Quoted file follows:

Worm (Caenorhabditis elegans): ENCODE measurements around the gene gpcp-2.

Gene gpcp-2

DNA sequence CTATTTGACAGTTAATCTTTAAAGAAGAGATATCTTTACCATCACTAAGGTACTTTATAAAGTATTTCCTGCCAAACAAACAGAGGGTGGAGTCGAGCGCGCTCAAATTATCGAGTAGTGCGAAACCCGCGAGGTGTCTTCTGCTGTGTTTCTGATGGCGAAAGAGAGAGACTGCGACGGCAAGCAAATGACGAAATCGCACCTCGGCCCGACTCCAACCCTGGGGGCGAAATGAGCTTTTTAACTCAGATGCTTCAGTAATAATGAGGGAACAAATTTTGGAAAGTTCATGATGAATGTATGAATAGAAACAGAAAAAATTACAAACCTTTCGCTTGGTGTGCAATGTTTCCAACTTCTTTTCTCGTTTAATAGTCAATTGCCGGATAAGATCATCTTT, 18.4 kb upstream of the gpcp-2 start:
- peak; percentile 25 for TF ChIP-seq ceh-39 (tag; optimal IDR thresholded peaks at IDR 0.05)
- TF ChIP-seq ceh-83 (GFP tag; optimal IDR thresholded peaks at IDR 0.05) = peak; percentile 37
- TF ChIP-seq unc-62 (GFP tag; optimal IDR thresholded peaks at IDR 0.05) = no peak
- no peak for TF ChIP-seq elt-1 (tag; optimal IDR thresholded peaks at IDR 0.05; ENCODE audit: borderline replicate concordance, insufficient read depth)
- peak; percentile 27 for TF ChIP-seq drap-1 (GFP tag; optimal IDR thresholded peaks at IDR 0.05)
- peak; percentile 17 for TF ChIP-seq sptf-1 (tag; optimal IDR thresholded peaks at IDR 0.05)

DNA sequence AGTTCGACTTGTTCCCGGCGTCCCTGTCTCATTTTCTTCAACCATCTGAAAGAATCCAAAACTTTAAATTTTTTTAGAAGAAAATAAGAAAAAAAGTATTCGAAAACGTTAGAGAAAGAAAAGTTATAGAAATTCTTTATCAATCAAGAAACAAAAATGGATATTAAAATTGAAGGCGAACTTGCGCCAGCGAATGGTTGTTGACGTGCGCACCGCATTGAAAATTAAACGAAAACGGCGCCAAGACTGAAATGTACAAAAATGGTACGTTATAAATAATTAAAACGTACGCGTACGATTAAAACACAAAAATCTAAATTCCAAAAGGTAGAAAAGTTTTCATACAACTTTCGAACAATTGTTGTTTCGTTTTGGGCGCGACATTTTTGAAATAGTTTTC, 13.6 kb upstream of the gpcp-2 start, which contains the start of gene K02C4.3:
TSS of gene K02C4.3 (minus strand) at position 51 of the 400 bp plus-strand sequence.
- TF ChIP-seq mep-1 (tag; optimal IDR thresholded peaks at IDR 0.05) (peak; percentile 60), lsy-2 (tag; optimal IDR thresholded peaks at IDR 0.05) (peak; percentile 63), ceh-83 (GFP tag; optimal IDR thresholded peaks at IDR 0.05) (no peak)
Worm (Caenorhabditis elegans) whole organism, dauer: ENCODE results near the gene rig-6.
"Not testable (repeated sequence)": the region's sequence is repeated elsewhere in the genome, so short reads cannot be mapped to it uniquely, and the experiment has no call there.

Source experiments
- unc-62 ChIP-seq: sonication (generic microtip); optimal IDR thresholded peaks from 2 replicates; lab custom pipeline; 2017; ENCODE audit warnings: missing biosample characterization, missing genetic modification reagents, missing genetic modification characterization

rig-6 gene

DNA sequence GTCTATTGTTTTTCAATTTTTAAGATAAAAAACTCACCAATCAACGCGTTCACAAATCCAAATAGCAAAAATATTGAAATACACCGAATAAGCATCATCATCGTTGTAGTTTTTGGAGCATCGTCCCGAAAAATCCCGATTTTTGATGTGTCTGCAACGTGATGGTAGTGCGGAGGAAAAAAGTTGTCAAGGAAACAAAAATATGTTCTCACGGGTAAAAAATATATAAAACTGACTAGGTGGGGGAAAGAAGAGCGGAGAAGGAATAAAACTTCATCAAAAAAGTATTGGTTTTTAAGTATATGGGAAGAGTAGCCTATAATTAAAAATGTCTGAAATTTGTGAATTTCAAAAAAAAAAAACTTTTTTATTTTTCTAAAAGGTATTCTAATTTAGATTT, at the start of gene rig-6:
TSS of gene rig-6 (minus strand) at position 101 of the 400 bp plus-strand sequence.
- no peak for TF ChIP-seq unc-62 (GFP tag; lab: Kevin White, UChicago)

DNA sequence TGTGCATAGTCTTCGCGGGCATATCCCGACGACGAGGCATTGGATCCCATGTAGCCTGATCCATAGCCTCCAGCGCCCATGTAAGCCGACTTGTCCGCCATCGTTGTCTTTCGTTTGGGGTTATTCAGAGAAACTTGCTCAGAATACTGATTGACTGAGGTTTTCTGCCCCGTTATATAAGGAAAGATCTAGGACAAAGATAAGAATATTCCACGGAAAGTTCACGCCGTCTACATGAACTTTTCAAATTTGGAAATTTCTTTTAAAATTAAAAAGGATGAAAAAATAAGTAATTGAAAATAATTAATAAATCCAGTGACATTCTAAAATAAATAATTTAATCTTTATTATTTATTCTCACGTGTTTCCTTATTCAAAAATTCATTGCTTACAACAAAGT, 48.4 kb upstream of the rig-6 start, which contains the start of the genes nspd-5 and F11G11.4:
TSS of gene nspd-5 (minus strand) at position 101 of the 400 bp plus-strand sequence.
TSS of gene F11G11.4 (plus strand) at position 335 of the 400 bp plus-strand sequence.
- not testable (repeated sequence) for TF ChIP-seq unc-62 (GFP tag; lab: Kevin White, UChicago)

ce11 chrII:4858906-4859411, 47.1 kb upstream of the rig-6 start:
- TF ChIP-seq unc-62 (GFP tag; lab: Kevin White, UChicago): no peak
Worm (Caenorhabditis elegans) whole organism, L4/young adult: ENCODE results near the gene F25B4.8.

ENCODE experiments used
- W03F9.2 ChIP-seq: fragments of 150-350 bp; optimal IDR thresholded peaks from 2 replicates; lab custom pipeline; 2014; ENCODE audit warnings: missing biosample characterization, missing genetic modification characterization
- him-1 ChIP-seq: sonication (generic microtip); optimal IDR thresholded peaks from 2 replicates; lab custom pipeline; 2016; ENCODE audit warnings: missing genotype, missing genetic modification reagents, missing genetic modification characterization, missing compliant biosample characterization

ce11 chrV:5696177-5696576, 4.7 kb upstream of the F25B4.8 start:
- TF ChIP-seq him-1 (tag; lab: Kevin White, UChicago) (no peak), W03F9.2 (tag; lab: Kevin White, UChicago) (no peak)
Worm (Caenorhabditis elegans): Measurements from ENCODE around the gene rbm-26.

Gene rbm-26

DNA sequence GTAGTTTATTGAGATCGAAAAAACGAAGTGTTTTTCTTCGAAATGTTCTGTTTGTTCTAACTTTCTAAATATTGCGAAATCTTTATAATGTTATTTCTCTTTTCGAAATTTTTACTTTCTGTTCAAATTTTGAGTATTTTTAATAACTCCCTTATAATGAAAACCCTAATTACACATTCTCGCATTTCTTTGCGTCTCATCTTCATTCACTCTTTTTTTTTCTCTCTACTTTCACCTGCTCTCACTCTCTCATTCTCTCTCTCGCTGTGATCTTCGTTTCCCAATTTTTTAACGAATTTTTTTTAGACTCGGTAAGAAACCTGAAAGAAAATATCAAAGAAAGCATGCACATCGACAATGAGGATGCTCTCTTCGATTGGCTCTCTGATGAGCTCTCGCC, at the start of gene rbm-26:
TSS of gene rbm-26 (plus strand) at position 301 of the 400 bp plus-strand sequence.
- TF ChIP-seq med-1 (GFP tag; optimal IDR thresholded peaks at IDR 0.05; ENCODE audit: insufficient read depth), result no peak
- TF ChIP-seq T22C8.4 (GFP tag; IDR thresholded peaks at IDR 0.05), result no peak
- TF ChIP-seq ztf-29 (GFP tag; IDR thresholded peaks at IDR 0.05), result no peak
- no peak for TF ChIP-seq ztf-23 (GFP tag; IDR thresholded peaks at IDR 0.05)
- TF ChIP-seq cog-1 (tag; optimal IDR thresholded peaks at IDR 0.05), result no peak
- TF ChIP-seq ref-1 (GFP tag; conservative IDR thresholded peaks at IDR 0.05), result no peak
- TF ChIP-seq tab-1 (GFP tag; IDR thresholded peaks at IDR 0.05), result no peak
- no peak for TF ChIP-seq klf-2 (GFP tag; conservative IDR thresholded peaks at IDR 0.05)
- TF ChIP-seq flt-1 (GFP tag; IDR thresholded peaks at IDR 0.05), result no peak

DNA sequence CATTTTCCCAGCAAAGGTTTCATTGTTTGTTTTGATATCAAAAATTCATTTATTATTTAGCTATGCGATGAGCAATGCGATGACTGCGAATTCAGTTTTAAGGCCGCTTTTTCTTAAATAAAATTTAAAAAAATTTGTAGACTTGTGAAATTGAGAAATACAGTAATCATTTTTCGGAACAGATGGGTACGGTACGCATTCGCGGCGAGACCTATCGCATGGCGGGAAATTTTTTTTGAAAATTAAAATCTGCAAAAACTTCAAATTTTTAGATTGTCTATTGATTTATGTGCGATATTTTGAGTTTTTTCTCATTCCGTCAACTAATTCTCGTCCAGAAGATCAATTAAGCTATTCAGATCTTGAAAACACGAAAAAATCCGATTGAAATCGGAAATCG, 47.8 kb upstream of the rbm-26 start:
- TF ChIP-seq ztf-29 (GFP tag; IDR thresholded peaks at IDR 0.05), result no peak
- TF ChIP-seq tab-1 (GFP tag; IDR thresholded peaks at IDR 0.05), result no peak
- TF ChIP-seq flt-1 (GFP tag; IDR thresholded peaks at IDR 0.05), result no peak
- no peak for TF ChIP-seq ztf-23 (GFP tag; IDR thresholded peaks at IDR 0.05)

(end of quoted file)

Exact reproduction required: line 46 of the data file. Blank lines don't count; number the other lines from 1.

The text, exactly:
DNA sequence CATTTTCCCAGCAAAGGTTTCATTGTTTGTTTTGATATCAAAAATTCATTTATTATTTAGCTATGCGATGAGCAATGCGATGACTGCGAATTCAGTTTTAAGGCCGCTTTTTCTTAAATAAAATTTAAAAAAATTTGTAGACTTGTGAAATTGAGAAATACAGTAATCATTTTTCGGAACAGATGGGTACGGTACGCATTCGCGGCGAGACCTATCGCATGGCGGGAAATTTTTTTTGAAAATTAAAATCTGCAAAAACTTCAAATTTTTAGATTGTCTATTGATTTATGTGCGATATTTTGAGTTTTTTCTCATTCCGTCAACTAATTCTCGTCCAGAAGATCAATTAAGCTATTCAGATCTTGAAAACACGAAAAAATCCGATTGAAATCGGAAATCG, 47.8 kb upstream of the rbm-26 start: